Mum Died Days After Being Sent Home From Hospital
The family of a pensioner who died following concerns she had a perforated gallbladder have instructed specialist medical negligence lawyers at Irwin Mitchell to investigate her care.
Margaret Legg was admitted to Dorset County Hospital on 29 February, 2016, a week after falling ill with diarrhoea, vomiting and a swollen stomach. She had suffered two falls at home just prior to her admission. The 74-year-old’s GP suggested in her medical notes that she undergo a CT scan to investigate the cause of the mass felt in her stomach and one possibility was gall bladder perforation. Hospital staff performed an X-ray.
The mum-of-two of Wareham, Dorset, was subsequently diagnosed with gastroenteritis. She was to be discharged less than 48 hours after admission, but was re-assessed and deemed not fit for discharged and so she was transferred to a ward for the elderly. She remained on this ward until she was discharged a couple of weeks later on 14 March.
However, within 36 hours of being home Margaret became very unwell and her GP referred her back to hospital. A CT scan on admission confirmed she had a perforated gall bladder. She was also found to have sepsis and peritonitis. She underwent emergency surgery the following day on 19 March but did not survive the operation and sadly died.
Following her death, Margaret’s family instructed expert medical negligence lawyers at Irwin Mitchell to investigate the care she received from Dorset County Hospitals NHS Foundation Trust and to obtain full answers as to if more could have been done to help her.
Expert Opinion“Margaret’s family have been left devastated by her death and feel that more should have been done on both her first and second admission to help diagnose her condition and she would have received the care she required at the earliest opportunity.
“During a meeting with the family the Hospital Trust acknowledged that Margaret should have had a scan during her first admission to ensure her diagnosis was correct.
“We are now investigating these concerns to fully establish if earlier intervention could have prevented Margaret’s death.” Elise Burvill - Solicitor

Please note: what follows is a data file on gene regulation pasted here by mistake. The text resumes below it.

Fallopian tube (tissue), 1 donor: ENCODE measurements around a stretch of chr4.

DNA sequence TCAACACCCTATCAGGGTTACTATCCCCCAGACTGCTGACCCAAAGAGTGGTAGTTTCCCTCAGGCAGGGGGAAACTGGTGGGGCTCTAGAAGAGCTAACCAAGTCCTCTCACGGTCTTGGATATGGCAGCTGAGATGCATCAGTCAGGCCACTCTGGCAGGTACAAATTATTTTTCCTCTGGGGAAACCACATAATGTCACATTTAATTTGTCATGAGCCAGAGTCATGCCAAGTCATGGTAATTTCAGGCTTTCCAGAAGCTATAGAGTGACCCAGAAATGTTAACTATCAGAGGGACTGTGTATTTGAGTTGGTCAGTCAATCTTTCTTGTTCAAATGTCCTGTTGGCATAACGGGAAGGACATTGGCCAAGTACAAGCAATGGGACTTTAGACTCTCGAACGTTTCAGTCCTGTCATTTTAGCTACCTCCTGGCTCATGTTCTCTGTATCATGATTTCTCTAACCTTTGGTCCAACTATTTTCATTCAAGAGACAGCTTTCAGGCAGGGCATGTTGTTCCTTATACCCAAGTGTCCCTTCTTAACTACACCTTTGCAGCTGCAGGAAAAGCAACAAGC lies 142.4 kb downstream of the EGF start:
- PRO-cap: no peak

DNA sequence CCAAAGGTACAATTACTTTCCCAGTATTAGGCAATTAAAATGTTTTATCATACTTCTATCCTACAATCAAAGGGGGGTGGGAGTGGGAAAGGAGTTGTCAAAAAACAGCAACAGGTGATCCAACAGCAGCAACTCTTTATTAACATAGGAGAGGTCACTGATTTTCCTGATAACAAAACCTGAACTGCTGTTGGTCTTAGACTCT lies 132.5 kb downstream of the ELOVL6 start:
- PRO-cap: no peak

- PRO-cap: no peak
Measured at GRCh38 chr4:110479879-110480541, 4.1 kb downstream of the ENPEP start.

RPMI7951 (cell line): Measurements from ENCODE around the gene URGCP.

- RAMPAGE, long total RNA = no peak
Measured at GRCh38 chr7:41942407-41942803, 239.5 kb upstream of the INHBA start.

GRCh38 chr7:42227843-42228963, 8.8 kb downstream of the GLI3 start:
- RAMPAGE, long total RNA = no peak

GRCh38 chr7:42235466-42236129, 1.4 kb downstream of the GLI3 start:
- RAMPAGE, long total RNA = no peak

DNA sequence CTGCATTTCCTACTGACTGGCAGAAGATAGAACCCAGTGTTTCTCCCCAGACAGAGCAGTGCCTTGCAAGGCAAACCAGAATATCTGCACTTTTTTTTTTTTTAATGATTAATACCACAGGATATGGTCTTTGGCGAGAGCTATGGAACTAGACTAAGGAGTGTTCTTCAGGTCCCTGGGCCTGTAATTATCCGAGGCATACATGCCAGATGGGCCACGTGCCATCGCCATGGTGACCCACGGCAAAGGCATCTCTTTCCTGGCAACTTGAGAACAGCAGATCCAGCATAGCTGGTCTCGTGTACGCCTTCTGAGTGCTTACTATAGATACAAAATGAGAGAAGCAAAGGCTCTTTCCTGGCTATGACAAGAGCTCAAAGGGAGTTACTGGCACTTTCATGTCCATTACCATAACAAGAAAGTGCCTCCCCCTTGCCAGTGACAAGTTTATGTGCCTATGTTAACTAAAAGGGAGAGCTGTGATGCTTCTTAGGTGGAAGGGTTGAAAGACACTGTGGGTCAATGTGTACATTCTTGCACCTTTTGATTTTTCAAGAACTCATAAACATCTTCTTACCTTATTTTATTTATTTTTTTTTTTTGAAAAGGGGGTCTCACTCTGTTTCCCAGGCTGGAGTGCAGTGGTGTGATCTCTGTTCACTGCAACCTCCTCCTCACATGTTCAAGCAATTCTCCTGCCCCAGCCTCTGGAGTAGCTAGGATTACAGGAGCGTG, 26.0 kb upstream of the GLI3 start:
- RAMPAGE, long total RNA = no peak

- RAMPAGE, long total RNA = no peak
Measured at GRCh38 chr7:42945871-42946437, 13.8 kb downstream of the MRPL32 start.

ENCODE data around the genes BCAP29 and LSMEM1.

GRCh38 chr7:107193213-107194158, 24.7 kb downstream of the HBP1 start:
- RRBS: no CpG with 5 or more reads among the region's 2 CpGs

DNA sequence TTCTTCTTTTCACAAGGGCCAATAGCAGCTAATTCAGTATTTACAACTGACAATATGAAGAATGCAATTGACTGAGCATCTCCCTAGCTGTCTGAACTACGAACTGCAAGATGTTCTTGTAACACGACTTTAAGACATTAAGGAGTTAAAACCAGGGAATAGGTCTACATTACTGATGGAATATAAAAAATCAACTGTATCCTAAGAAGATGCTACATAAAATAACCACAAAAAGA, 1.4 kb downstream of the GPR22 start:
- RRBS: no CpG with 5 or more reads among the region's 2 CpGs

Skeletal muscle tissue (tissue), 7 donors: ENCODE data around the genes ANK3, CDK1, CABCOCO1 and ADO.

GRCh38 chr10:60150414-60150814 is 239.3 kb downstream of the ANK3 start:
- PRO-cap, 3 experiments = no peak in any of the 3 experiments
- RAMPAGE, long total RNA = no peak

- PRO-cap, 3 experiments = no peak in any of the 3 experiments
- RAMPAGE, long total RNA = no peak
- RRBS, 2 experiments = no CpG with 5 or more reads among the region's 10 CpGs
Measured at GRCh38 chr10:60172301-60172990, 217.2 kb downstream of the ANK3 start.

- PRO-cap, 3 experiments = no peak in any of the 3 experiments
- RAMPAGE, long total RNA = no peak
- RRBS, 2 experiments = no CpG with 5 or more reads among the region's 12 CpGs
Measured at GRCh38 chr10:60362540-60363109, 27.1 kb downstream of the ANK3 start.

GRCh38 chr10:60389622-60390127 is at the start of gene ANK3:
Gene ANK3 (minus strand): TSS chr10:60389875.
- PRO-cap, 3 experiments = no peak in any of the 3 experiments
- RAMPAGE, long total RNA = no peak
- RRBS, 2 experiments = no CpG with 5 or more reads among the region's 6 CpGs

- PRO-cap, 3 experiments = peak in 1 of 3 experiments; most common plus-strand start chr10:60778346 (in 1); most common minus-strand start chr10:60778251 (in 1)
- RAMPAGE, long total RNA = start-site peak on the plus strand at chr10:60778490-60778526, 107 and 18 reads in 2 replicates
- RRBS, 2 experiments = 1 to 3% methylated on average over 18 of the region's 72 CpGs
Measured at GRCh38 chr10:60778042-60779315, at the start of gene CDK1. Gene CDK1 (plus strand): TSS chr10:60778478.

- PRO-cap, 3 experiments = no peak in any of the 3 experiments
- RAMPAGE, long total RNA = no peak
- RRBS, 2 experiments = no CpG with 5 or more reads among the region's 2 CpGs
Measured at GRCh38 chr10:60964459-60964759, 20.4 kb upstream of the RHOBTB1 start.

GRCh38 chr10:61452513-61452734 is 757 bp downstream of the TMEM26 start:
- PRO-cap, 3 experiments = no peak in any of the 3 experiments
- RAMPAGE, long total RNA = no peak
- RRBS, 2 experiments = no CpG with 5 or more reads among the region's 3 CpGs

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Margaret, a retired secretary sadly lost her husband in 1985. He suffered severe brain damage as a result of a serious car crash in 1981 and subsequently spent 15 months in hospital but when they could do no more for him, he returned home and she cared for him 24/7 until he died aged just 43. They married in 1960. The couple had two children, Richard and Jacquie. Margaret also had three grandchildren and four great-grandchildren
Margaret started to feel unwell on 22 February, 2016, and across the following week her condition deteriorated, with her stomach swelling up.
Her son Richard recalled: “Mum was in an absolutely awful state. She looked like she had aged 10 years in a week. I barely recognised my own mother; she was very frail, had lost a considerable amount of weight and could hardly speak to me. Only a week before this she was fully active walking three dogs a couple of miles a day.
“We called the GP, who said Mum should be in hospital. He called an ambulance and told us a note had been passed to the doctors at hospital suggesting a CT scan be carried out because he was concerned she may have a perforated gall bladder.
“After she was admitted into hospital, I queried why she was sent for an X-ray and not a scan, but were reassured that it was the right thing to do.”
He added: “We didn’t think Mum was well enough to be sent home but she was discharged. It was very difficult as she felt bad for taking up a bed at hospital for what she had been told was just a tummy bug, nothing more.
“During the surgery it was found that the perforation had taken its toll and damaged her organs. It was completely heart-breaking to be told she had not survived.”
Following Margaret’s death, the NHS Trust undertook an investigation into her care, with representatives from the organisation meeting the family. The Trust admitted that sometimes it gets the care wrong.
Jacquie said: “It has been very hard trying to come to terms with Mum’s death. We cannot thank the surgical team enough as they tried to save Mum but due to the length of time the gall bladder had been perforated, there was irreparable damage to her bowel and other organs.
“We would urge doctors to ensure that they explore all avenues and do everything they can to diagnose a patient’s condition. It is also imperative to listen to the family as they know the patient. We don’t want this to happen to another family.”